I had in mind the magnificent Snettisham gold torc as my relic. Here it is.
|From the British Museum|
Here's an excerpt from my sweet Christmas romance, "Sir Conrad and the Christmas Treasure" where we see Sir Conrad and Maggie together.
A gathering of horses, war-chargers, palfreys and spare mounts, a hasty bringing together of men, weapons and supplies, and they were off. They pounded out of the bailey, through the village and onto the track to the old Roman road. Sunrise to sunset they rode and then on through the night, sunset to sunrise. Riding in front of Conrad, his thick arms braced on her either side, Maggie felt her world shrink down to her heartbeat, the scalding ache of her thighs, the glare of snow and the relentless drum of the galloping horses.
Had she ever imagined the recovery of Michael would be an adventure? Wishing she could clasp her aching head but not daring to relinquish her grip on the horse’s mane, Maggie longed to stop.
“You awake there?” Conrad growled, his lips close to her ear. She shook her head as if he was a bothersome fly and forced her wind-chapped lips to reply.
“Doing well,” she said, determined her teeth would not chatter. In truth she was not so frozen. Sir Conrad had supplied her with a thick cloak and a woollen cap, cloths to wrap round her boots and rags to bind her hair. If I could only have some eastern cushions for my hips, perched on this bony nag. Who knew horses had such a spine? Glancing sidelong she caught a knowing gleam in her companion’s deep eyes, as if he expected her to complain. But I shall not.
“Yourself?” She tried a smile, the cold light of the coming dawn piercing her cheeks.
“We make camp soon, rest the horses.”
“Naturally. The horses. And the pack mules,” she added, wondering why she was teasing him as she might have done Michael. The truth was, she had ridden with this man for hours, her back snug against his chest, her legs pressed against his long shanks. It was hard not to feel a kind of closeness to him.
Now, she felt rather than heard Conrad’s rumble of a chuckle and knew a fleeting lightness in her soul as his arms tightened briefly about her.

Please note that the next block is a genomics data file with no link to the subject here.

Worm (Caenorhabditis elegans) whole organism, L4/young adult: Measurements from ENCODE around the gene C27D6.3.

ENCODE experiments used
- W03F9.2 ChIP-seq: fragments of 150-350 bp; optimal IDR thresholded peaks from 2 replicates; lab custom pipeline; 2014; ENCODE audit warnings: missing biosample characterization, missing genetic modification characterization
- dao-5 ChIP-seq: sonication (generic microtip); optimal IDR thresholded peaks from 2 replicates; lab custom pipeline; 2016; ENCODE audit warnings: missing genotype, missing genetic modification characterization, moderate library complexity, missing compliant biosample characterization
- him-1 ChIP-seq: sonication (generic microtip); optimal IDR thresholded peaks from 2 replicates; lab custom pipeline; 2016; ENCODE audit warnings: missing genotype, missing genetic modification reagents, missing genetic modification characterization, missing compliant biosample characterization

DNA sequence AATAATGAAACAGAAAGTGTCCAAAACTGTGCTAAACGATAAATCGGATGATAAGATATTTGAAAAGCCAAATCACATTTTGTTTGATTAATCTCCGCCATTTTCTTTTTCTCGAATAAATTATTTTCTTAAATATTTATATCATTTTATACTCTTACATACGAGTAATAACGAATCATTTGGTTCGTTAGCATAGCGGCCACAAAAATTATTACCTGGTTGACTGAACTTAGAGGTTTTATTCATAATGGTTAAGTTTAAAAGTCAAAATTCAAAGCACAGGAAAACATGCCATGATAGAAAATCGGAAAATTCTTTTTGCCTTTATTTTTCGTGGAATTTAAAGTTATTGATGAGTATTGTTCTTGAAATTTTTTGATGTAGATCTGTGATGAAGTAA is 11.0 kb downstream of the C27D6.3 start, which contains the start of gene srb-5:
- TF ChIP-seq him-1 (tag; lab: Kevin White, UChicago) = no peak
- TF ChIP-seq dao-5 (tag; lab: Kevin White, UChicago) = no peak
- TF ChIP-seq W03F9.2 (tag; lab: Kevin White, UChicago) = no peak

“You will not be outdone, will you?” He guided their mount onto an unpaved section of road that did not jolt her bones, which was overall a blessed relief.
“Is this a contest?” she replied, catching her wind-sore mouth in a yawn before she could stop it.
He smiled against her woollen cap and Maggie closed her eyes. The great horse moved beneath her, smooth now as a sailing ship on a calm river, the beat of its hooves strangely soothing, like a lullaby. I wonder how Michael is faring, she thought as she slid slowly, inexorably into sleep.
Conrad gently lowered the sleeping girl onto the rough pallet of bracken and hay that he had set before the new fire. She had done well, he decided, nodding to Davie, a silent reminder that the man guard her, before he checked on the horses and men. A palfrey had picked up a gorse or bramble tear on her flank. Conrad was conferring with a groomsman how to treat the wound when the weary peace of the camp shattered.
Lurching out of the darkness, Maggie staggered back to the fire, plucked out a burning branch and brandished it at the figure coming after her.
“Back!” she cried, stabbing the flaming brand at her would-be attacker, “You will get none of what you want from me!”
Conrad thrust the salve at the nearest groom and began striding back, to hear the farrier, Brian, say, without shame or apology,
“Come on, goldie, I can give you a sweet time—”
“What is happening here?” Conrad pushed between the pair, scenting the mead on the farrier’s breath.
“A bit of sport.” Brian swayed on his feet, squinting past the taller man as he gave the girl a wave. Has this fool been drinking all night? Supping while on horseback?
“I do not expect to be set upon when I slip into the hazels to pass water!”
“You take on so, goldie, not fair—”
She took a deep breath that would have fit a dragon, clearly ready to light into the fellow afresh, when Sir David with his uncanny ill-luck, stepped out of the trees where he had been setting guards and said drily, “Women following soldiers are usually bed-mates.”
“I am not following anyone!” snapped Maggie, as red-faced as a dragon’s fiery breath, “I am seeking my brother and your lord is meant to be aiding me! Or do such courtesies only count for knights and ladies?”
Conrad sensed the camp about them stiffen and knew his men were leaning in to listen.
“Ladies do not bawl like market criers,” he drawled.